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Clin Immunol. 2014 Mar;151(1):1-15. doi: 10.1016/j.clim.2013.12.003. Epub 2013 Dec 14.

Airway epithelial regulation of pulmonary immune homeostasis and inflammation.

Author information

1
Department of Medicine, Division of Pulmonary and Critical Care Medicine, University of Washington, Seattle, WA, USA. Electronic address: tealh@uw.edu.
2
Department of Anesthesiology, Pharmacology and Therapeutics, University of British Columbia, Vancouver, BC, Canada.
3
Department of Medicine, Division of Pulmonary and Critical Care Medicine, University of Washington, Seattle, WA, USA.
4
School of Biomedical Sciences and Pharmacy, University of Newcastle, Callaghan, NSW, Australia.

Abstract

Recent genetic, structural and functional studies have identified the airway and lung epithelium as a key orchestrator of the immune response. Further, there is now strong evidence that epithelium dysfunction is involved in the development of inflammatory disorders of the lung. Here we review the characteristic immune responses that are orchestrated by the epithelium in response to diverse triggers such as pollutants, cigarette smoke, bacterial peptides, and viruses. We focus in part on the role of epithelium-derived interleukin (IL)-25, IL-33 and thymic stromal lymphopoietin (TSLP), as well as CC family chemokines as critical regulators of the immune response. We cite examples of the function of the epithelium in host defense and the role of epithelium dysfunction in the development of inflammatory diseases.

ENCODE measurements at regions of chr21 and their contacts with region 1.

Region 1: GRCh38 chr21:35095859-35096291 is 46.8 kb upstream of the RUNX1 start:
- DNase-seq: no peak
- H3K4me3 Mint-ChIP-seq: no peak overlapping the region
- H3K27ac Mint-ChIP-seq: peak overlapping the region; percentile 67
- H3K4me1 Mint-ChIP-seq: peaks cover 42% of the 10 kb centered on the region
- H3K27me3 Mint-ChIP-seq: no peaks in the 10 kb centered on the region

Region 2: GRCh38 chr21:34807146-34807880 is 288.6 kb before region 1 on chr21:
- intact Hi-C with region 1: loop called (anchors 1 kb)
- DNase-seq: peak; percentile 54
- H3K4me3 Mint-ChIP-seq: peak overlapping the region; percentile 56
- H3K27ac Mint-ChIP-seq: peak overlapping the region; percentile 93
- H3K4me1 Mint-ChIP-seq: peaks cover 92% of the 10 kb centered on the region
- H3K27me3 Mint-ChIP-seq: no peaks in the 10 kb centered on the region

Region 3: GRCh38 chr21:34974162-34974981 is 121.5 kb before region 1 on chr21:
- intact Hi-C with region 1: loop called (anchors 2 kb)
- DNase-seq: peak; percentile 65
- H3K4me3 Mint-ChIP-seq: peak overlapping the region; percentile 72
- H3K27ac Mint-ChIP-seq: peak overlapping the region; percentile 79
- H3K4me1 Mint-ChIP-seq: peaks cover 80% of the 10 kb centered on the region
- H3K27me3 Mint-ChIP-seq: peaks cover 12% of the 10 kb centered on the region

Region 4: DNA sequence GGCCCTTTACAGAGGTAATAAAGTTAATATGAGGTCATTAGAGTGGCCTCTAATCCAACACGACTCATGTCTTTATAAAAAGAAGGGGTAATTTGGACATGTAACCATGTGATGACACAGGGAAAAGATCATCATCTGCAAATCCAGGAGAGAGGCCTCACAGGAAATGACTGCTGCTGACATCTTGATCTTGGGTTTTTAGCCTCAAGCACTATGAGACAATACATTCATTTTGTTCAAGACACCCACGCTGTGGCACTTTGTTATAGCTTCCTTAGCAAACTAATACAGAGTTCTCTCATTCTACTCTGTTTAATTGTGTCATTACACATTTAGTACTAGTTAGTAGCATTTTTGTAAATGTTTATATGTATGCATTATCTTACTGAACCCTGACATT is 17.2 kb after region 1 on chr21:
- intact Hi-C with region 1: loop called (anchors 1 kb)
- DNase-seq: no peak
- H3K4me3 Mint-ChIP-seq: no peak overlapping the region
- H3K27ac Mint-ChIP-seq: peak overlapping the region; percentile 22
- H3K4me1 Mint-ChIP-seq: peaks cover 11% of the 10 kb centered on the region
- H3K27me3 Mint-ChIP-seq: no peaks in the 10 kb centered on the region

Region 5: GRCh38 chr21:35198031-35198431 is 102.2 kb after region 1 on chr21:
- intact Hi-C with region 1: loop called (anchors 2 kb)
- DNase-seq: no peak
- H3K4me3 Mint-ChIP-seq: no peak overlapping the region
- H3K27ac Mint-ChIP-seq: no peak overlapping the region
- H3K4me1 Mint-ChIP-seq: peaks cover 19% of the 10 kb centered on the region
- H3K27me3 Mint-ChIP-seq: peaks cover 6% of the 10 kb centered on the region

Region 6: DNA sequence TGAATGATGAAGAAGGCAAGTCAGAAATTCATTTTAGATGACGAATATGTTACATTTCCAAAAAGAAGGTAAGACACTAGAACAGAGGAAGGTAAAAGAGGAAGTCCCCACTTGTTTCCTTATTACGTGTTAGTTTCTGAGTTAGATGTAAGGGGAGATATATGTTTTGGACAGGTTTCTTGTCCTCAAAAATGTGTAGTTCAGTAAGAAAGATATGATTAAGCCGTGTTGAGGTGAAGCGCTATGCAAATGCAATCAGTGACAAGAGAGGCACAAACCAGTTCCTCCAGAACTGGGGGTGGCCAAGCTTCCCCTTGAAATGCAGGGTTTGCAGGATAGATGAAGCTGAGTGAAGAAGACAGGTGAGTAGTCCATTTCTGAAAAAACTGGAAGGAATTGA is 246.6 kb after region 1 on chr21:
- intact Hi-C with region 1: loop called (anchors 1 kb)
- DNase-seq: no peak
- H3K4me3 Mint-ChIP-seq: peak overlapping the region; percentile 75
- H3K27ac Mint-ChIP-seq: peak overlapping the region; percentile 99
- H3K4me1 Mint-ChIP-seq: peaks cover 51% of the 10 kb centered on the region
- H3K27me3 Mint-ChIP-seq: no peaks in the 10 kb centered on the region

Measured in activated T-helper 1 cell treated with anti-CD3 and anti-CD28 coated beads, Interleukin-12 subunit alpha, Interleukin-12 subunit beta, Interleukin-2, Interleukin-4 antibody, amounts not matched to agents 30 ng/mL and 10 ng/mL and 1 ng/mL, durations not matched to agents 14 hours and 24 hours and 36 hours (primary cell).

KEYWORDS:

Asthma; Chemokine; Chronic-obstructive pulmonary disease; Epithelium; Host defense; Tight junctions

PMID:
24503171
DOI:
10.1016/j.clim.2013.12.003
[Indexed for MEDLINE]

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